Chapter

The Sick Child in his Family

Danielle Gourevitch

in Children, Memory, and Family Identity in Roman Culture

Published in print October 2010 | ISBN: 9780199582570
Published online January 2011 | e-ISBN: 9780191595271 | DOI: http://dx.doi.org/10.1093/acprof:oso/9780199582570.003.0012
The Sick Child in his Family

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Who took care of the Roman child when it was sick? The nanny, a doctor, the mother, both parents, the father alone? The chapter builds on the reflections of Galen, the second founder of Western medicine after Hippocrates, born in Asia Minor but a practitioner in Rome, where most of his case-histories take place. The study of his vocabulary relating to youth (baby, child, young man) reveals that not a single girl is described, and that it is impossible to compare attitudes towards boys and girls as one can do for Cicero's Marcus and Tullia: is it just a difference in emotional concern? Are ambitions for the sake of the family line and private memories involved? The testimony of a doctor who, by the very nature of his daily work, knew the secrets of the houses he entered, is very useful, especially at the end of a very long practice.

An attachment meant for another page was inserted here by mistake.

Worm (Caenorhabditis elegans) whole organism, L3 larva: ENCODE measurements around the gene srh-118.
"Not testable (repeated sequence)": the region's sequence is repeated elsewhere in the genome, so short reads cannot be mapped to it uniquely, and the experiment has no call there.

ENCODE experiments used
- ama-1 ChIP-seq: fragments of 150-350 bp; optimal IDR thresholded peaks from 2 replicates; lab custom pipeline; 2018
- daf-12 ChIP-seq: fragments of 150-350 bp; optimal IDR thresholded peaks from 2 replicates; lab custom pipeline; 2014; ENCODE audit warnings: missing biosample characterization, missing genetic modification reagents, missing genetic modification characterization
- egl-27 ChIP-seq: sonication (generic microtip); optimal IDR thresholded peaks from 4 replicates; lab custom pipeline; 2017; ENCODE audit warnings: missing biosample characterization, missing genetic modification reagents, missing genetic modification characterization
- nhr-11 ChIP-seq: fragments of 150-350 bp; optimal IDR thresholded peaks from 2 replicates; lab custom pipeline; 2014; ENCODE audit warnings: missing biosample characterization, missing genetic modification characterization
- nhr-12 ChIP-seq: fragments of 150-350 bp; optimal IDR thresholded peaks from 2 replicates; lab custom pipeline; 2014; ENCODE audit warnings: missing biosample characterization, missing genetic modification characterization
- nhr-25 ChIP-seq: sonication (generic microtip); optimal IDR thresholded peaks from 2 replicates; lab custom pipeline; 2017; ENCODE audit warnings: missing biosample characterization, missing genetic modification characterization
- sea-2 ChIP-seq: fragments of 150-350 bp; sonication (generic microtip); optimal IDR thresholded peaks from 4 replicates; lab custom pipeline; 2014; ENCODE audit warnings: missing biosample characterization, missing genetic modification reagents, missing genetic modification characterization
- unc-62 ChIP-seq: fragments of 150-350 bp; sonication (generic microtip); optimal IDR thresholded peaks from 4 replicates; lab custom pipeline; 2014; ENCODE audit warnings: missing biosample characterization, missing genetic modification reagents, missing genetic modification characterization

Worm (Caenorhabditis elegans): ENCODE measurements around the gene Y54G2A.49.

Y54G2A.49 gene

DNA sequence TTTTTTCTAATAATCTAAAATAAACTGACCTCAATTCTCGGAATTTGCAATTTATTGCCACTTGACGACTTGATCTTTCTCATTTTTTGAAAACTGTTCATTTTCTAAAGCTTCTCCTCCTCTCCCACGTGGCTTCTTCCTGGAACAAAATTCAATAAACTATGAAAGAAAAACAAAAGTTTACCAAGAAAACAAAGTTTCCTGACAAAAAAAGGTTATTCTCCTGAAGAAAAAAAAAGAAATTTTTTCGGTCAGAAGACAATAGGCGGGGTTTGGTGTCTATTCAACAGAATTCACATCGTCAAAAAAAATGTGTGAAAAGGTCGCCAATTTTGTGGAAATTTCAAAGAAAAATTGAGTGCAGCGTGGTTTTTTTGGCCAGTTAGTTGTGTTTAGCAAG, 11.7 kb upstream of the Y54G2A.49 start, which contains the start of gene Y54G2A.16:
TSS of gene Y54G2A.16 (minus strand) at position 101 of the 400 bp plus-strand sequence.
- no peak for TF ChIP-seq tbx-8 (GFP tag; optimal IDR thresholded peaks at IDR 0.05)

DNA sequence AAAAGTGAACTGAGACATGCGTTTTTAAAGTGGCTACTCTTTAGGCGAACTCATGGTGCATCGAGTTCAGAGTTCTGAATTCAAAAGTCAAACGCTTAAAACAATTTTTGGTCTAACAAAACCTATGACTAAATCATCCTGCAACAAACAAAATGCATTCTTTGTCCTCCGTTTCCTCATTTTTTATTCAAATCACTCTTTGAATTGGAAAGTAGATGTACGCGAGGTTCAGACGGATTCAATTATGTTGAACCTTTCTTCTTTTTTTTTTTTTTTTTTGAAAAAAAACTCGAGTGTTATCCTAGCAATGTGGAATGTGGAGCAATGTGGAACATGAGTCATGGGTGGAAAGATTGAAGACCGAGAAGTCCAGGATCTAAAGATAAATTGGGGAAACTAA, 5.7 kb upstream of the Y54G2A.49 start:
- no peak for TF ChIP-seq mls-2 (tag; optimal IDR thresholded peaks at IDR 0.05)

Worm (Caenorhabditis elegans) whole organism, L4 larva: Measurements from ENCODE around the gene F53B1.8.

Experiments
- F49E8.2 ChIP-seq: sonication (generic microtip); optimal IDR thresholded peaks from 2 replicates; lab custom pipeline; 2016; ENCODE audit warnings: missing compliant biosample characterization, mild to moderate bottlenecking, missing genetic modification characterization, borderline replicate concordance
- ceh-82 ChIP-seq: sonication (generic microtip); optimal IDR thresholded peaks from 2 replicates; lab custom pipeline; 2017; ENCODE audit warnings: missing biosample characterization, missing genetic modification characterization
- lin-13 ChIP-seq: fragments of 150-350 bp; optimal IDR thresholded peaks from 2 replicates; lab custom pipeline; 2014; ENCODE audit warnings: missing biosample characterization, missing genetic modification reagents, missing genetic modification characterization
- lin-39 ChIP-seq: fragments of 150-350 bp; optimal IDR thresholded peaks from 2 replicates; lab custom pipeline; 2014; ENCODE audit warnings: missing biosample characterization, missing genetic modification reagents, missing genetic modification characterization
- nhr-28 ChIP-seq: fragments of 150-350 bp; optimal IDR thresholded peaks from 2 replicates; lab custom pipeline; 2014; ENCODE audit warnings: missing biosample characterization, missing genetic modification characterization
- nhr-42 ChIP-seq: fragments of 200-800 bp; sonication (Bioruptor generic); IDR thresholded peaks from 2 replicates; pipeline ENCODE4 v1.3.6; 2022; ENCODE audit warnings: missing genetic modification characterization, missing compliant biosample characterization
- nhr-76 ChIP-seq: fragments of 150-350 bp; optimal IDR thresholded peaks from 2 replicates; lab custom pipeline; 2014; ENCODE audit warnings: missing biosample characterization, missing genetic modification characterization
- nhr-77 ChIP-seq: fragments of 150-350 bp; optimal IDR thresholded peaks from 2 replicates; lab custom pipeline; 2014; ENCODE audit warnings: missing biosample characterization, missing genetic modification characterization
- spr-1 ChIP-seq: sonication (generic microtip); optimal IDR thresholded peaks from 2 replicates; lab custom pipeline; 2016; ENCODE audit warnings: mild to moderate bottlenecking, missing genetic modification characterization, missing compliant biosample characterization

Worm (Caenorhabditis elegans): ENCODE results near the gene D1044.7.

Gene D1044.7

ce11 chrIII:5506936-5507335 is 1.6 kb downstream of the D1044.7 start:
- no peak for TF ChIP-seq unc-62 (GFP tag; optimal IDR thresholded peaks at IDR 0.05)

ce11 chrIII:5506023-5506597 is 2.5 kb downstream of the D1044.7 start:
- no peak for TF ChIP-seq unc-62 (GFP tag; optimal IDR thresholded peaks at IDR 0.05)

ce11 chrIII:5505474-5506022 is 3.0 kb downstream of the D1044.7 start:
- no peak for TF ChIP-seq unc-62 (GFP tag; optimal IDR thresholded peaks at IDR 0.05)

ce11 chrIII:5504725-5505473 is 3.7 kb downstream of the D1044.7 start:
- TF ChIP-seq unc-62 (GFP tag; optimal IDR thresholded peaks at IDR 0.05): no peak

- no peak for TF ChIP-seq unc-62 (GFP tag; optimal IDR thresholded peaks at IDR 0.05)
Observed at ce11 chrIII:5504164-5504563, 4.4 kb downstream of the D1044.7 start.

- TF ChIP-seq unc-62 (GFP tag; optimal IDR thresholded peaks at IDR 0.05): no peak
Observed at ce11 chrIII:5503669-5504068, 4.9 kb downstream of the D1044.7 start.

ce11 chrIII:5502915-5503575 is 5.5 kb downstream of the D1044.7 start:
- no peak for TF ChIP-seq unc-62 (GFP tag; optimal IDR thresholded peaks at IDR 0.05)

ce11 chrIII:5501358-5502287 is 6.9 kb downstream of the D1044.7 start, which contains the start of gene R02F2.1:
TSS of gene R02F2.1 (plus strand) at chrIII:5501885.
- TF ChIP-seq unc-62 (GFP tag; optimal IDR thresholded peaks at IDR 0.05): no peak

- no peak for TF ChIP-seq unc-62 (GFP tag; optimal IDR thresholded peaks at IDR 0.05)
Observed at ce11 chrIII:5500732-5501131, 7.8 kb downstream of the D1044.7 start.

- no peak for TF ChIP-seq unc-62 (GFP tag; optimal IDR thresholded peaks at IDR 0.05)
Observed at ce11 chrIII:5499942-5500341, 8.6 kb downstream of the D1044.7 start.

Keywords: case-histories; doctor; father; parents; sickness

Chapter.  6985 words.  Illustrated.

Subjects: Classical History

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